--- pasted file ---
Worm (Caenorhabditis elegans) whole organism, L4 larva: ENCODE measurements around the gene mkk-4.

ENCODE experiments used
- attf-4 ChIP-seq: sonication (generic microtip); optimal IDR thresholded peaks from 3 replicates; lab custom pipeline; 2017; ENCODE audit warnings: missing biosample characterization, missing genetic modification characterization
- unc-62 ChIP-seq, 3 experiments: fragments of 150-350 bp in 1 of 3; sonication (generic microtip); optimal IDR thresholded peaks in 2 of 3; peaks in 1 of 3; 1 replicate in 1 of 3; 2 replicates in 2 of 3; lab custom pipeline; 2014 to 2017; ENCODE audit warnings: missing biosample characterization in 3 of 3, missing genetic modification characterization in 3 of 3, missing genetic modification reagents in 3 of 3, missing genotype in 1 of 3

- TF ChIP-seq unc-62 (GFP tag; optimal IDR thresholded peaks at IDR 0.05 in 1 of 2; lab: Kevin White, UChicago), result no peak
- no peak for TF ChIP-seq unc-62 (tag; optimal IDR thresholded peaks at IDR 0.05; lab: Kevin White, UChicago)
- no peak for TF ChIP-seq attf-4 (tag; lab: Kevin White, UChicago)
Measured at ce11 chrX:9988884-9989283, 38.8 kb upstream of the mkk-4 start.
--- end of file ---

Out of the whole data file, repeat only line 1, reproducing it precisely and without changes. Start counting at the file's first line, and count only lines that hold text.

Worm (Caenorhabditis elegans) whole organism, L4 larva: ENCODE measurements around the gene mkk-4.